Thursday, October 17, 2019

Jaki Jean on the Battle for the BIrd Feeder - J.J. vs. the Furry Tailed Invaders

Sometime in the early 1970s, one of the builders in what is now Meadows Place grew irritated with the number of squirrels occupying the majestic trees in his upscale Memorial area home.  He had his crew set traps, capture as many squirrels as possible & transport the furry tailed rodents to the unincorporated area formerly known as The Meadows.

Or so the local legend goes.

As the trees Jack & Jean planted in the back yard grew, so did the yard’s squirrel population. 

Growing up, I never thought about the squirrels much. Had I known then that Rocky the Flying Squirrel was a rodent, I might have paid more attention.

And stopped watching the cartoon.

In the interest of transparency, I have to disclose that I despise squirrels.  I would despise squirrels even if I had never discovered that they were rodents with a furry tail.

For the past thirty odd years, I have waged open war on the squirrels in our backyard. 

I understand that squirrels are part of our ecosystem.  I just want them to behave or be part of that system anywhere but my back yard.

Squirrels are not cute & fluffy.  Like all rodents, they possess continuously growing incisors on both their upper & lower jaws.

Continuously growing. Ever ready to chomp down, to destroy, to infect.  As fellow mammals, negotiation would appear to be advisable.

Over the years, I have tried to coexist peacefully – but squirrels do not play well with others.

I have fed them, filling a squirrel feeder with squirrel food.  I have given them gobs of yummy corn cobs to feast upon.  I have respected their presence in our shared space.

And still the squirrels constantly attempt a coup to conquer the bird feeder.

No amount of redirecting has resulted in a truce, in a lessening of attacks, in the establishment of a neutral zone.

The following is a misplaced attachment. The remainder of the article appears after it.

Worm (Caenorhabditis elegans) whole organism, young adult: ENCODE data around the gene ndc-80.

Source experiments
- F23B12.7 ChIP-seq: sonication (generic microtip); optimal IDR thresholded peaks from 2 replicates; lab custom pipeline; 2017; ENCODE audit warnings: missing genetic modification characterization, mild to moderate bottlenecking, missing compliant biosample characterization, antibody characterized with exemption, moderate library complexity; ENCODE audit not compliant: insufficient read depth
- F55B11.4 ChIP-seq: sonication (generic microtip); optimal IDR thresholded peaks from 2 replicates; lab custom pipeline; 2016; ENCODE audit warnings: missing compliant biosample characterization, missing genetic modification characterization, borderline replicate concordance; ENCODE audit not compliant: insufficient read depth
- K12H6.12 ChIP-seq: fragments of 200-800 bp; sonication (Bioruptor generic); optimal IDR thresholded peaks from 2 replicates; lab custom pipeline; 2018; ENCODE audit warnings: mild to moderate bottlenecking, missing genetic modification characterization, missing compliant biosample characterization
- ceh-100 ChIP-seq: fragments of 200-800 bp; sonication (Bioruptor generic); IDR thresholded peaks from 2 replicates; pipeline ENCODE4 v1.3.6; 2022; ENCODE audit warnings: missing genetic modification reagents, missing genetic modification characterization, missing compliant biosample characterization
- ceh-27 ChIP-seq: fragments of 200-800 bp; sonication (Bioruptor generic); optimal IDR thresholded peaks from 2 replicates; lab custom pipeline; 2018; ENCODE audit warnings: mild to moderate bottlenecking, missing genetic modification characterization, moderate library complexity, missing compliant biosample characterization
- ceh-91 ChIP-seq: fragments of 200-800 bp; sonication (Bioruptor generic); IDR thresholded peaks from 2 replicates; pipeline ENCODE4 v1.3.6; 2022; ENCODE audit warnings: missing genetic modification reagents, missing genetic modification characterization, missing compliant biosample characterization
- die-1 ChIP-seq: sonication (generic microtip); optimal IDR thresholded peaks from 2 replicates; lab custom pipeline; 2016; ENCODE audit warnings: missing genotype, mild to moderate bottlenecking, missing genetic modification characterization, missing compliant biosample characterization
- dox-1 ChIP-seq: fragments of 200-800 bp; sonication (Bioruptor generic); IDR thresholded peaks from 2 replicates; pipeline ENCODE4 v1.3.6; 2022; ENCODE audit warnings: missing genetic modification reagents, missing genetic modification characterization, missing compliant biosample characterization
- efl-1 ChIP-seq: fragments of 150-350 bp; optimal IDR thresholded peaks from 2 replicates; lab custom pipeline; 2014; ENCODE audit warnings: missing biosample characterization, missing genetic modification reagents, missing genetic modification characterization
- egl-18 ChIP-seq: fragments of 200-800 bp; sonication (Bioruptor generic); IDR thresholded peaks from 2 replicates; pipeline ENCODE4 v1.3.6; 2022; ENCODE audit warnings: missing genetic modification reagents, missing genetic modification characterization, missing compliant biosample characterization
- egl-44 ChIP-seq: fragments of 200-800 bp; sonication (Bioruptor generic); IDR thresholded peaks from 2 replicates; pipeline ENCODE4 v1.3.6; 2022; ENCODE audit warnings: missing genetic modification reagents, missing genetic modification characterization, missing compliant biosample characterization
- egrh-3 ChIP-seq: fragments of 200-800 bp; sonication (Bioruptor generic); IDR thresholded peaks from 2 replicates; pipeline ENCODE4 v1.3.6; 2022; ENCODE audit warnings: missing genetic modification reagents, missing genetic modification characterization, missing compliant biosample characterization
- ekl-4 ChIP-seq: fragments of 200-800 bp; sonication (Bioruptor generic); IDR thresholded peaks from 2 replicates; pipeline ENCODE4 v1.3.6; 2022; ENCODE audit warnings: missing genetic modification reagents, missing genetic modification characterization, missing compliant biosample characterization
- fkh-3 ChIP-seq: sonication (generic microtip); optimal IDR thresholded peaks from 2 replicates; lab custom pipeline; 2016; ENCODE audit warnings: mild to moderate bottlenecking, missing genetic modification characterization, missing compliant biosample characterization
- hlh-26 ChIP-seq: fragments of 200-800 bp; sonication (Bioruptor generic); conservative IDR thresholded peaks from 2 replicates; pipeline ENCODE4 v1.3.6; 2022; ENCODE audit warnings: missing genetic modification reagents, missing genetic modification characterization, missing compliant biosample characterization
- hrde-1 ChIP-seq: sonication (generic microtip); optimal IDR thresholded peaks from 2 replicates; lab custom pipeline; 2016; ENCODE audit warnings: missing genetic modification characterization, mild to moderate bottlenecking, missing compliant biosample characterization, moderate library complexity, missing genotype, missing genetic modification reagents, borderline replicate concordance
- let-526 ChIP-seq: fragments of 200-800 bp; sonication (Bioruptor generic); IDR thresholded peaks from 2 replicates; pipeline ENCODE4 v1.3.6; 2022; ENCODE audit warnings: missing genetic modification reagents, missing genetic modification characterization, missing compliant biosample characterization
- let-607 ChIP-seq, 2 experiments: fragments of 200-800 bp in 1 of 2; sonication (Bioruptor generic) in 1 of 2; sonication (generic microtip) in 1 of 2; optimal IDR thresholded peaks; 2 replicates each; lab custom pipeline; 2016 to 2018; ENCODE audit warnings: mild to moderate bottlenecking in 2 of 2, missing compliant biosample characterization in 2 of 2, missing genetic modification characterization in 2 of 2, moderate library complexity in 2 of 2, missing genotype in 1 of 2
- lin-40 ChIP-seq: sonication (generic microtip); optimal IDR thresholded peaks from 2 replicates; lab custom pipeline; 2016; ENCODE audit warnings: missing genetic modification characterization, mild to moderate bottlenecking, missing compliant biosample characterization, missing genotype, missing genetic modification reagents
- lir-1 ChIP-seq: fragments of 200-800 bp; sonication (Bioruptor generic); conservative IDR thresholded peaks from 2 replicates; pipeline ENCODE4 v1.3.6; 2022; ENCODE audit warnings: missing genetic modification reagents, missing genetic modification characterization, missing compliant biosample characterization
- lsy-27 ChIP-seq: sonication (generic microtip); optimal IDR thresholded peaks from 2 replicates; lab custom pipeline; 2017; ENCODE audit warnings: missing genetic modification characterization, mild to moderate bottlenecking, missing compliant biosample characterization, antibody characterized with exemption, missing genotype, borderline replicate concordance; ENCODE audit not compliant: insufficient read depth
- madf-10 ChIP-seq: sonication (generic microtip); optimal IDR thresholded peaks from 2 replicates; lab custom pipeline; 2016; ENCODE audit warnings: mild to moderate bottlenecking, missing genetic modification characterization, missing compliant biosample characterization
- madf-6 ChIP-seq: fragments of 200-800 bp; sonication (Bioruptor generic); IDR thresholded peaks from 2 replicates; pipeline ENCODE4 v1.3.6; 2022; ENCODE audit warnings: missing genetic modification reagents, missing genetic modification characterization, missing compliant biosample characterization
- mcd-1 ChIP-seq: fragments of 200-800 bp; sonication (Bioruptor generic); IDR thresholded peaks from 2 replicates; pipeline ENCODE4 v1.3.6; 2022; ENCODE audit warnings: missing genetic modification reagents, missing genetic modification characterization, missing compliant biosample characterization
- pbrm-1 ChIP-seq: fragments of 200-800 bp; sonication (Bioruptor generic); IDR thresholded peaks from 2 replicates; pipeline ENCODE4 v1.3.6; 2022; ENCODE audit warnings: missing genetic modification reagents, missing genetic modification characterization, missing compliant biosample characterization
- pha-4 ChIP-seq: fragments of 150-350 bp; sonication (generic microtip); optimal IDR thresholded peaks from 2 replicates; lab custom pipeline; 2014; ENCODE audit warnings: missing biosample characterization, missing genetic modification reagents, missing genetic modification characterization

Recently, I tried oiling the feeder pole.  The squirrels laughed. 

I tried placing a cactus with enormous prickly spine needles at the base of the feeder pole.  The squirrels laughed.

I read that while birds like red pepper flakes mixed in their food, squirrels hate it.

But because my squirrels have lived for generations in Texas, their taste buds are unfazed by hot & spicy. 

So they laughed.

In desperation, I went to where we all go for answers sooner or later – first, Google & then, Amazon.

There I discovered the Audubon Wrap Around Squirrel Baffle.  Available for next day delivery with Prime.

When the Baffle arrived, I was hesitant.  But it was a gamble I was willing to take. 

If the squirrels were unable to penetrate the Baffle, there was hope for tolerable coexistence.

If the Baffle was unable to deter the squirrels, it could be returned, with disappointment.

Initial installation was a challenge, but after attempts, the Baffle remained in place.

And then the squirrels descended from their lairs in the trees.
I watched.

I watched as those furry tailed rodents tried to climb the feeder pole – only to crash into the Baffle’s barrier.

I watched as squirrels circled the area under the Baffle barrier, contemplating their ascent.  I watched as they attempted a flying leap, only to slide down its edge under their own weight.

I watched all of this devoid of sympathy or compassion.  Indeed, I watched with a sadistic satisfaction.

After several days devoid of avian feeding, I told my brother that I thought the birds were intimated by the Baffle.  

He replied:  They will get over it.

One morning, after days of doubting the wisdom of my weapon of choice, the first birds reappeared.

A pair of cardinals.

Not a pair of doves, but still a sign of peace.  Or at least, a sign of peaceful co-existence.

After many weeks, the furry tailed rodents began to reappear.  Especially after the rain.

But still Baffled.

However, unknown to me, the furry tailed rodents had spent their time away plotting – devising a strategy to outwit the Baffle.

Although I have yet to discern the details of their strategy, I have witnessed them hanging from the tray of the bird feeder.  Baffle in place.

The furry tailed rodents have underestimated my commitment to protect the bird feeder from invasion.

Recently, I replaced Chris Stapleton in the CD of my car with Springsteen’s Born in the USA.  Springsteen has a way of renewing my resolve, my confidence.

So I wait & I watch, the same refrain playing in my soul:

No retreat, baby, no surrender.

This battle is not over.

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